If You’re The One Always Reaching Out to Your Friends, Are They Really Your Friends?

That’s basically the question this guy is asking:

Just wondering, since I’ve never understood this and got an idea that maybe some people here could help me understand. I value my friends, and I regularly ask them (once every few weeks) how they’re doing. We’ve been friends a long time, over a decade with each of them.

Q1: Now, to me that’s a way to show that I care about how they’re doing. However, a few of them never do this back. Literally if I wasn’t in contact, I’m not sure how long it would take for them to even become aware. Haven’t tried it yet, I’m not sure I’ll like the result. I’m not clingy, everything is normal, we are fine, and still. Does this not mean that they just don’t really give a shit? Or can this be something else? I’m starting to have feelings that maybe I need some better friends.

Q2: When someone messages me, I have been taught, it’s polite to respond. However, occasionally when messaging people who I know aren’t busy at the time (and even if they were, they could do this afterwards) they simply don’t respond. The same people who I think are my friends and whom I believe feel the same. To me, it’s just plain rude not to respond at all. Can there be another explanation for this (aside from being busy, it’s not the case with these people all the time, year in year out.) Now just to make it clear: they respond if I ask them something directly, but if I just comment on something, make a joke about last night’s funny incident or whatever, occasionally with a few of them there’s nothing.

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I’m a bit confused. The sentence “it irks me” feels fitting, not a native English speaker. It’s this little nagging feeling that makes me think that “shit, I might actually have some pretty poor friends.” But I’d like it to be something else. I value my friends and I show it to them, but occasionally I’m left feeling like they’re just selfish and only care about themselves. Yet when we hang, that is not the impression I get. It’s so paradoxical and I can’t figure it out, as I apparently cannot find any rational reasons for these behaviors.

It sucks but I actually am feeling like because I’m the one doing all the work, I also get none done back. I feel that if I stopped they would either think I don’t care about them anymore, or it would be revealed they never did. Also a little chance they might wake up and start being more active. But I don’t understand this concept – I have to act selfish for me to be appreciated? How does that even work, doesn’t make any sense.

tl;dr – Some of my friends act passively/ignorant and it’s making me feel resentment and doubt.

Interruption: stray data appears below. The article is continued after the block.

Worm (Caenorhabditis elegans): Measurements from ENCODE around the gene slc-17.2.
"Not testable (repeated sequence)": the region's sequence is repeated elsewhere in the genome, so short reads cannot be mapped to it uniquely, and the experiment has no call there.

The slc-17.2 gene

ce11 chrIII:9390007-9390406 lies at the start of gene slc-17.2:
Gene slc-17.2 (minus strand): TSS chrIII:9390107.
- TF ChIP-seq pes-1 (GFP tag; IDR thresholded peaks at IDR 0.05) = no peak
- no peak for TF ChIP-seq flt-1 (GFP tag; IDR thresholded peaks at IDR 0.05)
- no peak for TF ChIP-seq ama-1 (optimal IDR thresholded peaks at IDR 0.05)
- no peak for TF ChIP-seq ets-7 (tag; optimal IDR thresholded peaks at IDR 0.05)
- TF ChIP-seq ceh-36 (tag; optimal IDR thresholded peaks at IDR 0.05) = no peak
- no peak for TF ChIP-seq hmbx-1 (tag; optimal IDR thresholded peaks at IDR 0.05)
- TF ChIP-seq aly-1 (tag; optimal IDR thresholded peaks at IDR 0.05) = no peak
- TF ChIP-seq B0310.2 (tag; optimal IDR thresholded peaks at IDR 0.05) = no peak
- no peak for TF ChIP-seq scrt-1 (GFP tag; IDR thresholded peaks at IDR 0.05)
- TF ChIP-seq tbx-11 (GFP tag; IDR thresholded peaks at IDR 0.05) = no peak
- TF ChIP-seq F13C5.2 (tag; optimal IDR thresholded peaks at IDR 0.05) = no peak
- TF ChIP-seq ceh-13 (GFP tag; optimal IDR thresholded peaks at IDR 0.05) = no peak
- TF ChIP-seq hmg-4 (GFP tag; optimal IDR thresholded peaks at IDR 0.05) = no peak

I can relate to this because I have been in this situation. I didn’t hesitate to reach out to anyone I was interested in meeting and I made a number of friends that way. We’d talk on the phone and we’d chat fairly regularly. However, I started to realize that I was almost always the one reaching out. Sure, we’d generally have good conversations, but I was the one making it happen. If they valued me as a friend, why weren’t they reaching out?

With many of those friends, I then STOPPED reaching out to see what would happen. So, how did that experiment play out? For the most part, those friendships dried up. Does that mean they weren’t really my friends? What I later realized, sadly, was that they really were my friends.

So, why did I always have to be the one to reach out? Because friendships aren’t always exactly equal. Because people have different strengths. Because people get into patterns of behavior. Because some people are more proactive and other people are more reactive. Because there are different levels of friendships.

Point being, at the end of the day, yes there are some friendships that will only continue if you are the one reaching out — and that’s okay. If the friendship is worth it, just make peace with it and don’t worry about who’s reaching out to whom first.

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John Hawkins
John Hawkins created Rightwingnews.com in 2001; built it up to a top 10,000 in the world website; created a corporation with more than 20 employees to support it; created a 3.5 million person Facebook page; became one of the most popular conservative columnists in America; was published everywhere from National Review to Human Events, to Townhall, to PJ Media, to the Daily Wire, to The Hill; wrote a book 101 Things All Young Adults Should Know that was at one point top 50 in the self-help section on Amazon; did hundreds of hours as a guest on radio shows, raised $611,000 in a GoFundMe for Brett Kavanaugh’s family and has been talked about everywhere from The New York Times to Buzzfeed, to the Washington Post, to Yahoo News, to the Rush Limbaugh Show, to USA Today. After seeing the unjust way that Brett Kavanaugh was treated during his hearings and how a lifetime worth of good work was put at risk by unprovable allegations, John Hawkins decided to create a men’s website. Welcome to Brass Pills!


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